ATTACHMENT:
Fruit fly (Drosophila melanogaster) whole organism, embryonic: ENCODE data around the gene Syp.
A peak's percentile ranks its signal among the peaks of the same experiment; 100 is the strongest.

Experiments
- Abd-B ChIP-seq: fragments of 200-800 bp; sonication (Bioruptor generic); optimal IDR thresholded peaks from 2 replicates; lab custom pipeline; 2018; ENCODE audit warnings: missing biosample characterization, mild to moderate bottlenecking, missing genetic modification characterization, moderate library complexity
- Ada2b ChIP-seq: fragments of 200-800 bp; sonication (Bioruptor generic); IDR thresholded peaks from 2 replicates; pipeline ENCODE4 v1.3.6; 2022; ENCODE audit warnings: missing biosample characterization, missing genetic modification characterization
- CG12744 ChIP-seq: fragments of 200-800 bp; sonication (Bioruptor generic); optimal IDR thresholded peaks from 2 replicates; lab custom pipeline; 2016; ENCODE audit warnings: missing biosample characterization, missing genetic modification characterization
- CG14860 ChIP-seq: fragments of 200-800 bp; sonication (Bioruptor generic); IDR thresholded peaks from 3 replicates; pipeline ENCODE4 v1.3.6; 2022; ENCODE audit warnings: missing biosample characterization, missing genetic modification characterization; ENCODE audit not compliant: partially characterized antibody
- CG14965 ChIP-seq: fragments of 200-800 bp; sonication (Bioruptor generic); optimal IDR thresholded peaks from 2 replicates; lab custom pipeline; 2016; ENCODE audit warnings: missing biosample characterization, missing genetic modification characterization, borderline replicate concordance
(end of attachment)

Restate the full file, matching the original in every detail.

Fruit fly (Drosophila melanogaster) whole organism, embryonic: ENCODE data around the gene Syp.
A peak's percentile ranks its signal among the peaks of the same experiment; 100 is the strongest.

Experiments
- Abd-B ChIP-seq: fragments of 200-800 bp; sonication (Bioruptor generic); optimal IDR thresholded peaks from 2 replicates; lab custom pipeline; 2018; ENCODE audit warnings: missing biosample characterization, mild to moderate bottlenecking, missing genetic modification characterization, moderate library complexity
- Ada2b ChIP-seq: fragments of 200-800 bp; sonication (Bioruptor generic); IDR thresholded peaks from 2 replicates; pipeline ENCODE4 v1.3.6; 2022; ENCODE audit warnings: missing biosample characterization, missing genetic modification characterization
- CG12744 ChIP-seq: fragments of 200-800 bp; sonication (Bioruptor generic); optimal IDR thresholded peaks from 2 replicates; lab custom pipeline; 2016; ENCODE audit warnings: missing biosample characterization, missing genetic modification characterization
- CG14860 ChIP-seq: fragments of 200-800 bp; sonication (Bioruptor generic); IDR thresholded peaks from 3 replicates; pipeline ENCODE4 v1.3.6; 2022; ENCODE audit warnings: missing biosample characterization, missing genetic modification characterization; ENCODE audit not compliant: partially characterized antibody
- CG14965 ChIP-seq: fragments of 200-800 bp; sonication (Bioruptor generic); optimal IDR thresholded peaks from 2 replicates; lab custom pipeline; 2016; ENCODE audit warnings: missing biosample characterization, missing genetic modification characterization, borderline replicate concordance